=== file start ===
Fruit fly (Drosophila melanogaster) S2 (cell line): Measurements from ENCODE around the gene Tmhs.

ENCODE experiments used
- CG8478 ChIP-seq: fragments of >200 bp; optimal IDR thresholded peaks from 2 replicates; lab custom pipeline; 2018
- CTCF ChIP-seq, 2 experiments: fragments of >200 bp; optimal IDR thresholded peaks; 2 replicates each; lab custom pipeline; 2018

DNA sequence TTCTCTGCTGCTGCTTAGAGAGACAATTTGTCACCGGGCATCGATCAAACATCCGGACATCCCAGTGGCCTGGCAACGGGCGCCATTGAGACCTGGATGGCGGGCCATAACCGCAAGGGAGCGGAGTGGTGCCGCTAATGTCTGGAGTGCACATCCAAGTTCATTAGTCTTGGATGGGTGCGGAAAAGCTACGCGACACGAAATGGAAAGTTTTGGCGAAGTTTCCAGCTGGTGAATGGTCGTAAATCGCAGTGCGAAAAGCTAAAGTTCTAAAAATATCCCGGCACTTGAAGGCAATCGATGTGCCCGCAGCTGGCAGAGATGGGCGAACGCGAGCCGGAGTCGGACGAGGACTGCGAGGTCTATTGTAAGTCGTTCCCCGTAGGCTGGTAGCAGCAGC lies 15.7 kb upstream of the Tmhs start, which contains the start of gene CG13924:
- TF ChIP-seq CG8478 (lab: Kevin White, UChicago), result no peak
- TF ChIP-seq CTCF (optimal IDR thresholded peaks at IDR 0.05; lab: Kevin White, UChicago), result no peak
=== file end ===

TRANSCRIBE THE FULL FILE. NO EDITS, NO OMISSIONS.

Fruit fly (Drosophila melanogaster) S2 (cell line): Measurements from ENCODE around the gene Tmhs.

ENCODE experiments used
- CG8478 ChIP-seq: fragments of >200 bp; optimal IDR thresholded peaks from 2 replicates; lab custom pipeline; 2018
- CTCF ChIP-seq, 2 experiments: fragments of >200 bp; optimal IDR thresholded peaks; 2 replicates each; lab custom pipeline; 2018

DNA sequence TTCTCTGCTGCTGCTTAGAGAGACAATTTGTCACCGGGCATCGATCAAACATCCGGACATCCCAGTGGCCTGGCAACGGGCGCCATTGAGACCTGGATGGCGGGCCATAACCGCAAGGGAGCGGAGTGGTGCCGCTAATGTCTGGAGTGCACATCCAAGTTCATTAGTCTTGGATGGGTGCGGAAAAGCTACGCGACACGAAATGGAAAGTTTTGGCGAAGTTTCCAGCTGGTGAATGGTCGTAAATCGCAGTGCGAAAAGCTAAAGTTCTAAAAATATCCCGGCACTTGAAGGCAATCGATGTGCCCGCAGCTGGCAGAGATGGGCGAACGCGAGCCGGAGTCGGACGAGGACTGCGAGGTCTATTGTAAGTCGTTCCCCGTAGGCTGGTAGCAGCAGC lies 15.7 kb upstream of the Tmhs start, which contains the start of gene CG13924:
- TF ChIP-seq CG8478 (lab: Kevin White, UChicago), result no peak
- TF ChIP-seq CTCF (optimal IDR thresholded peaks at IDR 0.05; lab: Kevin White, UChicago), result no peak